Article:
By Nathan Jackson

I’m 23-years-old, and at no point in the last decade has my mental health been “perfect”. In fact, more often than not, it hasn’t even been good. I was diagnosed with clinical anxiety and depression in 2007 and treated with a combination of therapy and medicine until about 18 months ago when I was weaned off the medication. I have since been treated solely through therapy. If I’ve learned anything from university, it’s that I’m not alone in this.

I think any sort of illness or disability (let’s call a spade a spade) can lead to an overwhelming sense of isolation at times. We tend to forget we aren’t the only ones experiencing what we are experiencing. We feel that others can’t empathise, because they don’t know the nuances and details of our lives. But that’s simply not true. A quick Google search will tell you that between a quarter and a third of Australian university students experience some form of mental health disorder. Of course, we all know the statistics, or at least that the numbers should be high. But, as so often happens with numbers, we struggle to understand what it means for us, and for those around us.

In the lead-up to writing this, something happened that drives my point home more than anything. I had left a social event at the Whitehouse after only an hour, because anxiety had started to set in. After taking 10 minutes or so to compose myself, I started to make my way to the bus line. Lo and behold, also waiting for the bus was Bella, who had come from the same event. She and I had chatted in the past, and so, half on a whim, half because I needed to talk about it, I mentioned why I had left early. I told her that, of late, I wasn’t exactly shining at social events. That I would start feeling nauseous and struggle to breathe properly. Her response: “Yep. That’s social anxiety”.

After she said that, a few things happened quite suddenly, one after another. Firstly, I was surprised that she had understood so quickly. Bella is a really outgoing person who chats to everyone, generally comes across as bubbly, and is always a joy to be around. Immediately, I felt awful for assuming she wouldn’t understand, because by now, I know how little outward impressions mean. And, more than anything, I was relieved. I felt safer just being in the company of someone who knew what I was feeling.  We talked about it briefly, but moved onto other topics of discussion before long. There was an implicit empathy there that made me feel that I was okay, and that it was okay to feel the way I did.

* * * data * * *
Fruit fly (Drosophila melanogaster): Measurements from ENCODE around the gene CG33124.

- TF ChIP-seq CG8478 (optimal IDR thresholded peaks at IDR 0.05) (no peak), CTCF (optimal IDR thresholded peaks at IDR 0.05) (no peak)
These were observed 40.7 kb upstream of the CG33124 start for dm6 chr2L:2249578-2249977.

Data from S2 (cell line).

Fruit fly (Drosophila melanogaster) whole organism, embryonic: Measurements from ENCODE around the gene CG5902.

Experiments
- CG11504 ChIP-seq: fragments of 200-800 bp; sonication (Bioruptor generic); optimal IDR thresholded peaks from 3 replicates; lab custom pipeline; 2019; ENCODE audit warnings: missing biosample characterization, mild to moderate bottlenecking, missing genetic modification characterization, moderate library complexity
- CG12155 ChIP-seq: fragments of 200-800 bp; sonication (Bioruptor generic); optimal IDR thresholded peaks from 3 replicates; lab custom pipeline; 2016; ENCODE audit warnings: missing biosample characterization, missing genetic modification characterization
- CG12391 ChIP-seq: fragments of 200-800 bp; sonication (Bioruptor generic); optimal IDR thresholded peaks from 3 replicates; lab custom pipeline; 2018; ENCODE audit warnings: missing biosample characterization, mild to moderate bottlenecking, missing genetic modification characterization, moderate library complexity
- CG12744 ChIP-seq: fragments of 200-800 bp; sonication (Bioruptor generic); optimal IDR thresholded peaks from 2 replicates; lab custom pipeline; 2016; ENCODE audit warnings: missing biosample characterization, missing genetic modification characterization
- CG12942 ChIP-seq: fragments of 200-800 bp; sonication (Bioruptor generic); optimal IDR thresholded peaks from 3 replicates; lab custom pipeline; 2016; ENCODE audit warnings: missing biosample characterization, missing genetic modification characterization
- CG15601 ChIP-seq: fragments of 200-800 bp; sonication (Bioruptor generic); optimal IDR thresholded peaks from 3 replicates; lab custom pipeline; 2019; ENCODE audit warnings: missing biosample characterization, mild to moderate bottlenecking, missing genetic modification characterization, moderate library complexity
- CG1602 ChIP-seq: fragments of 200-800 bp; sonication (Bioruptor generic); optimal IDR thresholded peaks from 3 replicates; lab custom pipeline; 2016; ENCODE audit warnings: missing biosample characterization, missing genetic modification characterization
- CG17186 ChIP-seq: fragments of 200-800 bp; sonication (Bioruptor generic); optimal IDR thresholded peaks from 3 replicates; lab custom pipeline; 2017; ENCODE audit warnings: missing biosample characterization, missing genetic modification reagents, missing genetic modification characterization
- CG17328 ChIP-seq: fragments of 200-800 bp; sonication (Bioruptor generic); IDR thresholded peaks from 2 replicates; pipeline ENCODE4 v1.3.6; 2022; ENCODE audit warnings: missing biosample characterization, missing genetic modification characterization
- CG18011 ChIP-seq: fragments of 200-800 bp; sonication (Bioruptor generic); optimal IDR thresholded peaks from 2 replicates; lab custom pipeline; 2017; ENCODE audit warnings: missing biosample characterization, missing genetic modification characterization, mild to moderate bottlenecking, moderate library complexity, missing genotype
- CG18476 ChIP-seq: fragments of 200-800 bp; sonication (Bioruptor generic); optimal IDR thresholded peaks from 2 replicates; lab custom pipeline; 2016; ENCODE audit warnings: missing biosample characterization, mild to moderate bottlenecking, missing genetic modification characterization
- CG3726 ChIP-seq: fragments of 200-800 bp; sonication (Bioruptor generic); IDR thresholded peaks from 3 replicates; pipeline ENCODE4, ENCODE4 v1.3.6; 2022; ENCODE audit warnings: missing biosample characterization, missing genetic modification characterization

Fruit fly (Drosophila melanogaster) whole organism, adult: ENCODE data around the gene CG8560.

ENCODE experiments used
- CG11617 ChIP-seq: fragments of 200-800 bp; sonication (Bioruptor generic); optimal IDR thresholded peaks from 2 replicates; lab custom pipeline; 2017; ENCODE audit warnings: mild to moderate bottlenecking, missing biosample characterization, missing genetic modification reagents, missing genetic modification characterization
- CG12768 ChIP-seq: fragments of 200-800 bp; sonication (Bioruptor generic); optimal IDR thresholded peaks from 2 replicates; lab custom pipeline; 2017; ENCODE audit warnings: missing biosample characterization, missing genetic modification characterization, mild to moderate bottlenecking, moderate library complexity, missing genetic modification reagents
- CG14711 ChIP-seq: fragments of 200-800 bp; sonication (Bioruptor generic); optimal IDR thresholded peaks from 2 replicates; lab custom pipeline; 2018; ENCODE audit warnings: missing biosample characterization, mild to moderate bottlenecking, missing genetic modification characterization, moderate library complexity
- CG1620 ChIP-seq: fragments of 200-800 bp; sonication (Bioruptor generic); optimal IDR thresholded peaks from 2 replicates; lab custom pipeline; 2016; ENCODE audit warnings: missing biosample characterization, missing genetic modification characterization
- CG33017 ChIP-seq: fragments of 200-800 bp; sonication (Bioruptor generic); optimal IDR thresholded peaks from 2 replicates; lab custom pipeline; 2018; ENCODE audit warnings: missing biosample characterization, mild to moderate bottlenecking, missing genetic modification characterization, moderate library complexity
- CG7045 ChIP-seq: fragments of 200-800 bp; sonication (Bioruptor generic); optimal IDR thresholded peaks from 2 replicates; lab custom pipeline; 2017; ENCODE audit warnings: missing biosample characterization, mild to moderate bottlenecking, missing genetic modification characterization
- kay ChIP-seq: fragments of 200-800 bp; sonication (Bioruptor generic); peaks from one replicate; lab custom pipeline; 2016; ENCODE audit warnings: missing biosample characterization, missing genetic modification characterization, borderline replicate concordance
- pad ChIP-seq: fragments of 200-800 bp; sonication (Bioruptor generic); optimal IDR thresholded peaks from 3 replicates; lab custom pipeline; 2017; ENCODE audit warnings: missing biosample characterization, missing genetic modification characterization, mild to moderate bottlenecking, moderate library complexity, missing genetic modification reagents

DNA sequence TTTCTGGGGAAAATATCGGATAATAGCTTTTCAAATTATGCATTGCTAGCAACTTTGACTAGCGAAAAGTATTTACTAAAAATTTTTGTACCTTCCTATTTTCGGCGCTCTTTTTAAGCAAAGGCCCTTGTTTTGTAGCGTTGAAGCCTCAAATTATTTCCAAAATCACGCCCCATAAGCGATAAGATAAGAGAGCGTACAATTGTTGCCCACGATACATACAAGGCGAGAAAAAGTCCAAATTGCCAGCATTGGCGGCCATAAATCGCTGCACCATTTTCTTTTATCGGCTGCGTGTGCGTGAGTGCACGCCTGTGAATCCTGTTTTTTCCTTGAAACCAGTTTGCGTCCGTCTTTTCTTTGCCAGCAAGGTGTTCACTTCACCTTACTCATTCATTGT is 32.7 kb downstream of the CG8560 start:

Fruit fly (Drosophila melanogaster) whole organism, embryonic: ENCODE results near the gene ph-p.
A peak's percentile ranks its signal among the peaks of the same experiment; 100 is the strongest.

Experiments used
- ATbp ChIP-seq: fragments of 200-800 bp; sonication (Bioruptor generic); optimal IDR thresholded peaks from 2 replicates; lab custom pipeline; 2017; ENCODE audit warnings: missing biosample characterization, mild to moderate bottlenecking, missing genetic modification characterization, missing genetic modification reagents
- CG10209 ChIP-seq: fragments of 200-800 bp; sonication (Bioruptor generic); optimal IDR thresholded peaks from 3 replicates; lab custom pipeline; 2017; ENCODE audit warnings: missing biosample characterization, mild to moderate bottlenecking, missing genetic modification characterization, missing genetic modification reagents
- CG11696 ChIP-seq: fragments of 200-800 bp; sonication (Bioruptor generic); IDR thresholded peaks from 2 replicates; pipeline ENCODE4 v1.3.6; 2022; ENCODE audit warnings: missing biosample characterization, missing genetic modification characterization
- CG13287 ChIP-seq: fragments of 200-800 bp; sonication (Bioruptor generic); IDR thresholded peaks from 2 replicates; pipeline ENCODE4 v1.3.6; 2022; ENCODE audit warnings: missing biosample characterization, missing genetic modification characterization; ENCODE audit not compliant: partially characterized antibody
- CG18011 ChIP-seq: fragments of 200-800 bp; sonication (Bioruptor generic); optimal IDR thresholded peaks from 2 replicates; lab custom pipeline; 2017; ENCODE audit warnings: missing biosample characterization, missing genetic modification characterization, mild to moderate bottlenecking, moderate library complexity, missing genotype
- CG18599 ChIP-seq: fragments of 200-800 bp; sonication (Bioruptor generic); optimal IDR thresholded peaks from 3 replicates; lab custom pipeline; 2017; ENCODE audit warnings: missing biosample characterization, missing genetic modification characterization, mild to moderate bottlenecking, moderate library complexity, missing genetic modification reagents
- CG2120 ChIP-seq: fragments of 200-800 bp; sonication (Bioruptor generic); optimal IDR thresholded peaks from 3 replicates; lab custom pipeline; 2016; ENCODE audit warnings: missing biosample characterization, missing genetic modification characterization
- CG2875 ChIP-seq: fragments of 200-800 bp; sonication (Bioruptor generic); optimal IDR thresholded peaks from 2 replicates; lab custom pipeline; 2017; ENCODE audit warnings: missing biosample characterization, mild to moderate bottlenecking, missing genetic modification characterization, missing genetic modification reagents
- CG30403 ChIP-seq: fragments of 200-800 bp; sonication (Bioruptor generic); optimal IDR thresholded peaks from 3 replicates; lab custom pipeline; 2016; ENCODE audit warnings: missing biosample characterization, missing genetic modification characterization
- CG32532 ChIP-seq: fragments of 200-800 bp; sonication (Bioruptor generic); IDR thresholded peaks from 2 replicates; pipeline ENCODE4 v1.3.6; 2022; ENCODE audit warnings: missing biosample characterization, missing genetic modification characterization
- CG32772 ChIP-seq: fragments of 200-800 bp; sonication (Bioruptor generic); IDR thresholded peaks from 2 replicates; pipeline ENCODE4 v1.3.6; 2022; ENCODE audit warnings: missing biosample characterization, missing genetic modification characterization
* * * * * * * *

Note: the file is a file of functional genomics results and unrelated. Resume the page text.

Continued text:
We all have good days and bad days, but on an average day at the moment, I spend more time worrying and fretting about my commitments than doing anything about them. As students, we strike something of a delicate balance between personal, social, and work lives, because well, we have to. Mental illnesses, in my experience, tend to be the gust of wind that blows over our carefully constructed house of cards. I can hardly finish a page of reading without being distracted by the thought of something I have to do later that day. More than once a day, the weight of it all, along with a seemingly never-ending stream of negative self-talk, completely stops me. On the worst days, I have to adjourn to an empty toilet. There, I can be relatively inconspicuous in addressing the lump in my throat and tightness in my chest that stops me from breathing properly, a warning of a pending panic attack (the same feeling I had that day at the Whitehouse). Though most days I can get away with just sitting somewhere and addressing the self talk explicitly – I’ve started to keep a journal for this – it still eats up an enormous amount of time and energy that could otherwise be put towards some of the commitments I actually signed up for.

And this has sort of been my university life. There are ebbs and flows – sometimes it’s easier than others. But, by and large, mental illness has been a leech, a parasite that disrupts my self-confidence, my productivity, and my desire to spend as little time as possible in UNSW toilets.

I tend to deal with it by myself. Up until recently, and to some extent, even now, I’ve been reluctant to share what I’m experiencing while it’s happening. Instead, I’ve created a vicious cycle of trying to cope by myself, while letting it damage my closest relationships. And the biggest problem with this is that it perpetuates my fear that the worst of me will cost me the people I love.

I believe we owe it to ourselves, and to those closest to us, to constantly work to improve, and this is what I’m working on right now. It’s so easy to fall inside ourselves in our moments of weakness. And as hard as it is to experience it, sharing can be even harder. Whether we tell ourselves that it isn’t anyone else’s problem, that it won’t make a difference, or that nobody actually cares or understands, the common thread is that it is an excuse. People really do care, just like Bella, they do understand, and I’ll be damned if there’s ever been a time when talking hasn’t helped.

After all this time, I think I’m finally beginning to understand something: as much as it’s a burden, and as much as it drags me down at times, my mental illness helps me to understand people. And, if I’m honest, it helps them to understand me. If I’m open, and if I share what I’m going through, they will continue to support me, because they’ve already accepted me, at my best, at my worst, and everywhere in between.